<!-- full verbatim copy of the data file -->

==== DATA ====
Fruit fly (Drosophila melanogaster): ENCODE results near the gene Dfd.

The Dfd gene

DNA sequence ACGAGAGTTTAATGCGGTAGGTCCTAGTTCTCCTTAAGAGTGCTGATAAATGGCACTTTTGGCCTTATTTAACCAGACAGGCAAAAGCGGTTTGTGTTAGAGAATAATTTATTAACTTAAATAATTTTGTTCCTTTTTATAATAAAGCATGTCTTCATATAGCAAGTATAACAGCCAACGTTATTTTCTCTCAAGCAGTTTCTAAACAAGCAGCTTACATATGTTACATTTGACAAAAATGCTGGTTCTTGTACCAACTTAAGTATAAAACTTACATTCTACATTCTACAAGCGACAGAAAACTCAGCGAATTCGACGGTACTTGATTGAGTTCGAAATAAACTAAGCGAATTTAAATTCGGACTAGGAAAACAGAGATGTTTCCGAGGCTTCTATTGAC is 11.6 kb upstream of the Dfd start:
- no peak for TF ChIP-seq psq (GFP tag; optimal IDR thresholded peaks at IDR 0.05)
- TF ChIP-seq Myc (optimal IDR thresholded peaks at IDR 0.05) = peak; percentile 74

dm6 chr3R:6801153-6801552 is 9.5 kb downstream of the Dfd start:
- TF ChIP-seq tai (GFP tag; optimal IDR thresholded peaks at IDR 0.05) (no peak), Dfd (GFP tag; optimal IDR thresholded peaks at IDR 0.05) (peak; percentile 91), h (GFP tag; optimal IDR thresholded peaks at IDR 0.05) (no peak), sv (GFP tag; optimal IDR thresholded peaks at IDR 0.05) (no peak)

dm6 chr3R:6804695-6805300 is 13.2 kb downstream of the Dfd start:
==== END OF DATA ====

Fruit fly (Drosophila melanogaster): ENCODE results near the gene Dfd.

The Dfd gene

DNA sequence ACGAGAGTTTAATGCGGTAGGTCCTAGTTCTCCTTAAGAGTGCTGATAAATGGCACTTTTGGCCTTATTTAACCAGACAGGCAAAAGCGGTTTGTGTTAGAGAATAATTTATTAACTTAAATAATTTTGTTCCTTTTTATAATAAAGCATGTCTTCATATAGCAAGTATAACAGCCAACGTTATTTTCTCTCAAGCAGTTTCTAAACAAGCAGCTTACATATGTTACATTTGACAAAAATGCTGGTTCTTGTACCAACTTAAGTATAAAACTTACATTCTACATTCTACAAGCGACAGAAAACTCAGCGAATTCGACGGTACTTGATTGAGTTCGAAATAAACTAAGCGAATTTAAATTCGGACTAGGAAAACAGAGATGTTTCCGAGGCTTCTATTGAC is 11.6 kb upstream of the Dfd start:
- no peak for TF ChIP-seq psq (GFP tag; optimal IDR thresholded peaks at IDR 0.05)
- TF ChIP-seq Myc (optimal IDR thresholded peaks at IDR 0.05) = peak; percentile 74

dm6 chr3R:6801153-6801552 is 9.5 kb downstream of the Dfd start:
- TF ChIP-seq tai (GFP tag; optimal IDR thresholded peaks at IDR 0.05) (no peak), Dfd (GFP tag; optimal IDR thresholded peaks at IDR 0.05) (peak; percentile 91), h (GFP tag; optimal IDR thresholded peaks at IDR 0.05) (no peak), sv (GFP tag; optimal IDR thresholded peaks at IDR 0.05) (no peak)

dm6 chr3R:6804695-6805300 is 13.2 kb downstream of the Dfd start: